Unit 2: What Does Music Teach Us?

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Being chosen to be a leader is an opportunity for personal growth and change. It takes your music experience to a whole new level and provides you with challenges that go far beyond the concert hall.  It may not always be fun, but it will be rewarding.

By now, you have a pretty good idea of my passion for music education. I believe that within this unique and absurd experience lie some of the greatest lessons that life has to teach us. Music is one of the few areas that teach not only content and curricula, but character as well. Listed below is a brief summation of what I believe are the character cornerstones of a successful music education organization.

I believe music teaches that the more you give, the more you will get.
This is not a new concept and has stood the test of time. Note that I used the future tense when it comes to “getting.” You have to give. Your ability to receive is based on your ability to give first. Those who give the most get the most, but those who get the most are asked to give the most back. The best students become leaders, and we require leaders to give more. The best players are typically those who practice the most, and we require them to help those who struggle. Think about it – it is the only curricular area where we reward and require work with more work.

I believe music teaches that if you can, you must.
Whether as a result of genetics or environment, we all have a different set of skills and talents. To underutilize them – or worse yet, fail to utilize them – is a wasted opportunity. Simply put, there is a correlating responsibility between your individual assets and the group responsibility you incur. You need not rise to the expectations of someone else and you need not wish for skill sets you do not possess; you need only to use what you have to serve others to your very best ability. You are a spectacular and unique person who has unique and spectacular abilities. To fail to utilize these special skills sets is denying the world of your true presence and denying your true self.

I believe music teaches us not to quit until it’s perfect.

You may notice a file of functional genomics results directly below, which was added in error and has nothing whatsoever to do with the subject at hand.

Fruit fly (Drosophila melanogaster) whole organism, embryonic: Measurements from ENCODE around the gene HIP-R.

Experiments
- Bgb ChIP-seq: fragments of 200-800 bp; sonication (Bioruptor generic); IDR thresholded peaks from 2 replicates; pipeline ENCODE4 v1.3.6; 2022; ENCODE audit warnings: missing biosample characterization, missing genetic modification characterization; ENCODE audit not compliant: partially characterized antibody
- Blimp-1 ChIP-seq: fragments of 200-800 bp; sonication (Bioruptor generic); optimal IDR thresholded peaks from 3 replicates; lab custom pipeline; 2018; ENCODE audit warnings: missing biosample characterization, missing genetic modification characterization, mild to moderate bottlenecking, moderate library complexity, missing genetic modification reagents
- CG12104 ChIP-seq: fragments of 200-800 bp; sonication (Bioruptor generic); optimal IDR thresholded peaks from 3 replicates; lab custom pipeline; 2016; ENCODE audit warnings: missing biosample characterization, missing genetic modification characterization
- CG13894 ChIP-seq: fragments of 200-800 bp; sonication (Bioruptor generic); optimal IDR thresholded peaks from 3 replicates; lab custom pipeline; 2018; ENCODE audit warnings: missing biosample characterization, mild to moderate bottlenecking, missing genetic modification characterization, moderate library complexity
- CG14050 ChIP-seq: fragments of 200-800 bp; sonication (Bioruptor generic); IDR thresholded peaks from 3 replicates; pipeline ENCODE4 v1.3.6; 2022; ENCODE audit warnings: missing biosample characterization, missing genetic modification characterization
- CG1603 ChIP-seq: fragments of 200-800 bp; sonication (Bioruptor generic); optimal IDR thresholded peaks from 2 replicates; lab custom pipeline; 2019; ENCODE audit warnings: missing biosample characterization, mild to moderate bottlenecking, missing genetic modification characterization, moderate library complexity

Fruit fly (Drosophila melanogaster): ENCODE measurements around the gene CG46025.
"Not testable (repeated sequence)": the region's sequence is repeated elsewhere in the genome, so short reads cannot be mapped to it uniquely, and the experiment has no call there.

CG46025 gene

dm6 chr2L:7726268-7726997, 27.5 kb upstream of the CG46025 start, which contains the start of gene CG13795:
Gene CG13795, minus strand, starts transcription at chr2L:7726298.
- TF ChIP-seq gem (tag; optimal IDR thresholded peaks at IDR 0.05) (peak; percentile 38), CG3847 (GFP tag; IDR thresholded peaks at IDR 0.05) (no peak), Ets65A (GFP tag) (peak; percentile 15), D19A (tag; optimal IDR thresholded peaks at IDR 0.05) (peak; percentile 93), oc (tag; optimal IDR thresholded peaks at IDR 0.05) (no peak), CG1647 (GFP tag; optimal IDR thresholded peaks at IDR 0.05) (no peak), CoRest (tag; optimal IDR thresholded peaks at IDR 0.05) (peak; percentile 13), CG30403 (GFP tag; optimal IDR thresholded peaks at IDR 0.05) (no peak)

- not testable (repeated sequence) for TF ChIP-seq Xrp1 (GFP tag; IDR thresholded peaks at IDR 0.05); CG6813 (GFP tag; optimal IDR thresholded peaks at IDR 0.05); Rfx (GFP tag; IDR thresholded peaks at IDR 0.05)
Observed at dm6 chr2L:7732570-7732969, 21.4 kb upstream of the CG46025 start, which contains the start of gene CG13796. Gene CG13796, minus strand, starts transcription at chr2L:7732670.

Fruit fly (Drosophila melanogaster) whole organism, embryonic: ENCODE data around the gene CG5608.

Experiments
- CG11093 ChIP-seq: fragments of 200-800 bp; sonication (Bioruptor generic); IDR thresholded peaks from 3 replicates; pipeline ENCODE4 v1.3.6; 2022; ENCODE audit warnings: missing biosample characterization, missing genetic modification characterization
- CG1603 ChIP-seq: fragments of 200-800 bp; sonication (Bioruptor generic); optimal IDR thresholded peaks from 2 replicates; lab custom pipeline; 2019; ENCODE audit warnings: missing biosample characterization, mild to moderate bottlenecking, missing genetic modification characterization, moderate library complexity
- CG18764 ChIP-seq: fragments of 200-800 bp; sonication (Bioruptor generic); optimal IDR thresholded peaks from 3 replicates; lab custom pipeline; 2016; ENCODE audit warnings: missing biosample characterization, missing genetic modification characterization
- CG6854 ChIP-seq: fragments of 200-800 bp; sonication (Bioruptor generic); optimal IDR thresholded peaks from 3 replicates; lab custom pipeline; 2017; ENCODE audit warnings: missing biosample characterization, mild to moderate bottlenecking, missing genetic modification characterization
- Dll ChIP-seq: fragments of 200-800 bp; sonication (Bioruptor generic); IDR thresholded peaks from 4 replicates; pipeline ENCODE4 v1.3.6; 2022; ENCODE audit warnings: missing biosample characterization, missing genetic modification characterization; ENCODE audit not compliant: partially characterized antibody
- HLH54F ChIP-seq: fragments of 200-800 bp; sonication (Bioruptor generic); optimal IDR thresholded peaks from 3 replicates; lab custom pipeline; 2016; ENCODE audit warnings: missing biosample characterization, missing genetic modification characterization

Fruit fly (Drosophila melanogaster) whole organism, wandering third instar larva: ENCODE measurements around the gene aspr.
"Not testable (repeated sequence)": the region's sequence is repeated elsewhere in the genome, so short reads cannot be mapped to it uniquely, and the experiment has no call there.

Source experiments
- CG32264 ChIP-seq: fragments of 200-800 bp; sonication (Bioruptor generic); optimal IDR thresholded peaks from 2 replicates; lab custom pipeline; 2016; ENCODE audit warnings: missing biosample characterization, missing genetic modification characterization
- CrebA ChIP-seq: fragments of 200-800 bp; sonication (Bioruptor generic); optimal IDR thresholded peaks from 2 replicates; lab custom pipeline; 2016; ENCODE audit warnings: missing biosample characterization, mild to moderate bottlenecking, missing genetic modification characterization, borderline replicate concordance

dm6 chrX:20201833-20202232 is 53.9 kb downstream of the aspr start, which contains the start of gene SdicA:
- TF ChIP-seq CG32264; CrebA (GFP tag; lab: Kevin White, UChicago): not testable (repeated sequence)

Think about how many times you practice the same lick, toss the same toss, or march the same drill. Music is the only curricula in which you take the same class year after year in hopes not only of learning more, but perfecting what you have already mastered.

After passing P.E., do you take the same class again in hopes of attaining a greater level of perfection? NO. Yet you take four years of your same music class often repeating activities ad nauseam in search of the unattainable “perfect.” Where else does this happen?

I believe music teaches us to think win/win.
It is only natural to want to be good at something. Success and its sweet rewards are not just fruits of your labor; they are a part of the fabric of the human soul. We all want to be good at something. The question is this: Does our success stand in the way of someone else’s? Winning is a self-limiting behavior, as you are only doing just enough to be better than someone else, instead of striving to be the best that you can be.

This list is only meant to help frame the discussion of leadership and ensure that you understand the foundation the book is built upon. Also, these are my beliefs, and should in no way compel you to believe the same unless you are so inclined. In fact, I am confident that your list would look somewhat different than mine and provide me with pause to think. You are actually about to begin the process of creating your own list, so you may begin thinking about what you would and would not include in it.

Now that you know what I believe, it is time to start thinking about what you believe. I thought it only fair that before we start on our leadership journey together, you knew a little bit about the philosophies of your travel guide.

Do you give more to your group than you get?
LEADERSHIP TIP: As a team, decide whether music education is about building better young people through music or building better music through young people. This will help clarify your leadership pathway.

For those of you who have held leadership positions before, share in the discussion box what you have learned from being a leader. Be sure to include what to do and what NOT to do!

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Email Scott directly at scott@scottlang.net.

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